MAKKAH - In a new blow to embattled President Bashar Al-Assad, a global Muslim body has supported the suspension of Syria's membership over a deadly crackdown on anti-regime protests, which claimed thousands of lives.
"The decision has been agreed upon based on consensus with an absolute majority" in favor of suspending Syria's membership, Ekmeleddin Ihsanoglu, secretary general of the Organization of Islamic Cooperation (OIC), said, Agence France-Presse (AFP) reported.
OIC foreign ministers, who held a preparatory meeting on Monday, August 13, agreed to suspend Syria's membership.
The suspension, however, was opposed by Shiite-majority Iran and Algeria, sources close to the meeting told AFP.
Syria had no representatives at the meeting.
The recommendation will be refer to the heads of the OIC member-states for approval during their summit on Wednesday, August 15.
It will be put to heads of state at their summit in Mecca, which will continue on Wednesday, for "final approval," Ihsanoglu said.
Tunisian Foreign Minister Rafik Abdessalem hailed the suspension as "a strong message to the Syrian regime on the importance of listening to the will of the people and their demands for freedom, justice and dignity."
But the decision was criticized by Iran, a close ally to the Assad's regime.
"We certainly do not agree with the suspension of any OIC member," Iranian Foreign Minister Ali Akbar Salehi said after the meeting.
"The suspension of its membership does not really resolve the issue and is not in line with the OIC charter," he said.
"We have to look for other ways, means and mechanisms for resolving conflicts and crises."
More than 21,000 people have been killed since a revolt against Assad's 11-year rule began last year.
Divisions among big powers and regional rivalry between Iran and Saudi Arabia have stymied diplomatic attempts to calm the 17-month conflict in the pivotal Arab country.
The violence has displaced 1.5 million people inside Syria and forced many to flee abroad, with 150,000 registered refugees in Turkey, Jordan, Lebanon and Iraq, UN figures show.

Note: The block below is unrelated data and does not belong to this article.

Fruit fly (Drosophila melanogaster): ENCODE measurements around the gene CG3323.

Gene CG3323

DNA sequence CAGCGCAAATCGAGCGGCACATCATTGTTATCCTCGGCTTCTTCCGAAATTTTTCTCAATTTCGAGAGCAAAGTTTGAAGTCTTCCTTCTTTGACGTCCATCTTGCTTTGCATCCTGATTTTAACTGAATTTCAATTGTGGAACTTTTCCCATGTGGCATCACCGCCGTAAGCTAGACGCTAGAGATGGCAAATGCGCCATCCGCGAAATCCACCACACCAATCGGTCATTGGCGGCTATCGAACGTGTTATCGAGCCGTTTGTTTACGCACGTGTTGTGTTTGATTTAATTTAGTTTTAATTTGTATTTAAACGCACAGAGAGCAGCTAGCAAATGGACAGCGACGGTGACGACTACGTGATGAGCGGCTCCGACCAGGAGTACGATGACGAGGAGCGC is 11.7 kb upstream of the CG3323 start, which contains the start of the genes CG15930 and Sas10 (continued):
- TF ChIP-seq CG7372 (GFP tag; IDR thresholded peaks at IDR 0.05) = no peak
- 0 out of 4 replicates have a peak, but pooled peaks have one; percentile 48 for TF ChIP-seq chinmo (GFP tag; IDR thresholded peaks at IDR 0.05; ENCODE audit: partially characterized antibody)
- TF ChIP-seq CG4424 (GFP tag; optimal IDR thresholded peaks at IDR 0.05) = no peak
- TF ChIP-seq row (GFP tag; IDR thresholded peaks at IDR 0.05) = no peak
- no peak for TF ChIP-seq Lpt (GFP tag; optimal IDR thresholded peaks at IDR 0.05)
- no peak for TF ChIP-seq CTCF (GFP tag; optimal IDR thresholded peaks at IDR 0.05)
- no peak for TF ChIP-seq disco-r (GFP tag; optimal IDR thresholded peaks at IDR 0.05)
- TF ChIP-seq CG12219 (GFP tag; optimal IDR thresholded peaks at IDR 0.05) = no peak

The suspension comes as former Syrian prime minister, who defected to Jordan last week, said that the Assad's regime was collapsing.
"I tell you out of my experience and the position I occupied that the regime is collapsing, morally, materially and economically, he told a press conference cited by Reuters.
Militarily it is crumbling as it no longer occupies more than 30 percent of Syrian territory," he said.
Hijab, who like much of the opposition comes from Syria's Sunni Muslim majority, defected to Jordan last week.
As prime minister and the most senior civilian official to defect, his departure dealt a symbolic blow to the government, which is dominated by Assad's minority Alawite sect.
Syrian authorities said they had dismissed Hijab before he fled, but he told the news conference in Amman that he resigned and defected to the opposition, referring to the Assad government as an "enemy of God".
"It is my duty to wash my hands of this corrupt regime," he said.
The former premier called on the Syrian army to side with the opposition against the Assad's regime.
"I urge the army to follow the example of Egypt's and Tunisia's armies - take the side of people," he said.
He also called on the Syrian opposition to work harder to unify their fractious ranks."Oh men of the Free Syrian Army, unify your ranks as all hopes hang on you, you are the best fighters of this world.